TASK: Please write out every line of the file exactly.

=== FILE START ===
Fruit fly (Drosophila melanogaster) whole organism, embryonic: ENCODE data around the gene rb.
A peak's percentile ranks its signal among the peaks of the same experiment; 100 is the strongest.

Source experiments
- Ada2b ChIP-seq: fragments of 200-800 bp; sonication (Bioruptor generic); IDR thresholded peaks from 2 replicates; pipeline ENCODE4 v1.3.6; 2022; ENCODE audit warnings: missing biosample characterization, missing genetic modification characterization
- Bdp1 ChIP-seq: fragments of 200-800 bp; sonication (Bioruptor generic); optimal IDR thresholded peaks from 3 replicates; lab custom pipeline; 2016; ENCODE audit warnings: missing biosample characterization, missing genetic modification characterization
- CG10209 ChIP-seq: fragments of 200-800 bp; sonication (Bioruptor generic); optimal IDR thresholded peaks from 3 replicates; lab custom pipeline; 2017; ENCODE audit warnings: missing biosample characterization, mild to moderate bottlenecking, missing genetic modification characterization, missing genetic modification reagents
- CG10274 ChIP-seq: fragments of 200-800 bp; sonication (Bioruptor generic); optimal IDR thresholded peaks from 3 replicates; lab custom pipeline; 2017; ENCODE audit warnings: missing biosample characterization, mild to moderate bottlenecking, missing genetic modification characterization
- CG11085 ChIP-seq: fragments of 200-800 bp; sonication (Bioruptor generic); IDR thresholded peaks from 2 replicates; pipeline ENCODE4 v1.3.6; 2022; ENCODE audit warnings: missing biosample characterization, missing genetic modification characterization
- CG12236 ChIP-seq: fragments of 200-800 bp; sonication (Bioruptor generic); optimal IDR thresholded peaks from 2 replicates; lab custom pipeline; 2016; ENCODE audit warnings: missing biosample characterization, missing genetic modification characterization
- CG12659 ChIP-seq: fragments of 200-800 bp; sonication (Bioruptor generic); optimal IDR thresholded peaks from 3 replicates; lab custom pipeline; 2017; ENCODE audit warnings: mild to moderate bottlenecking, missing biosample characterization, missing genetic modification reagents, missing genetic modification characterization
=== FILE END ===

Fruit fly (Drosophila melanogaster) whole organism, embryonic: ENCODE data around the gene rb.
A peak's percentile ranks its signal among the peaks of the same experiment; 100 is the strongest.

Source experiments
- Ada2b ChIP-seq: fragments of 200-800 bp; sonication (Bioruptor generic); IDR thresholded peaks from 2 replicates; pipeline ENCODE4 v1.3.6; 2022; ENCODE audit warnings: missing biosample characterization, missing genetic modification characterization
- Bdp1 ChIP-seq: fragments of 200-800 bp; sonication (Bioruptor generic); optimal IDR thresholded peaks from 3 replicates; lab custom pipeline; 2016; ENCODE audit warnings: missing biosample characterization, missing genetic modification characterization
- CG10209 ChIP-seq: fragments of 200-800 bp; sonication (Bioruptor generic); optimal IDR thresholded peaks from 3 replicates; lab custom pipeline; 2017; ENCODE audit warnings: missing biosample characterization, mild to moderate bottlenecking, missing genetic modification characterization, missing genetic modification reagents
- CG10274 ChIP-seq: fragments of 200-800 bp; sonication (Bioruptor generic); optimal IDR thresholded peaks from 3 replicates; lab custom pipeline; 2017; ENCODE audit warnings: missing biosample characterization, mild to moderate bottlenecking, missing genetic modification characterization
- CG11085 ChIP-seq: fragments of 200-800 bp; sonication (Bioruptor generic); IDR thresholded peaks from 2 replicates; pipeline ENCODE4 v1.3.6; 2022; ENCODE audit warnings: missing biosample characterization, missing genetic modification characterization
- CG12236 ChIP-seq: fragments of 200-800 bp; sonication (Bioruptor generic); optimal IDR thresholded peaks from 2 replicates; lab custom pipeline; 2016; ENCODE audit warnings: missing biosample characterization, missing genetic modification characterization
- CG12659 ChIP-seq: fragments of 200-800 bp; sonication (Bioruptor generic); optimal IDR thresholded peaks from 3 replicates; lab custom pipeline; 2017; ENCODE audit warnings: mild to moderate bottlenecking, missing biosample characterization, missing genetic modification reagents, missing genetic modification characterization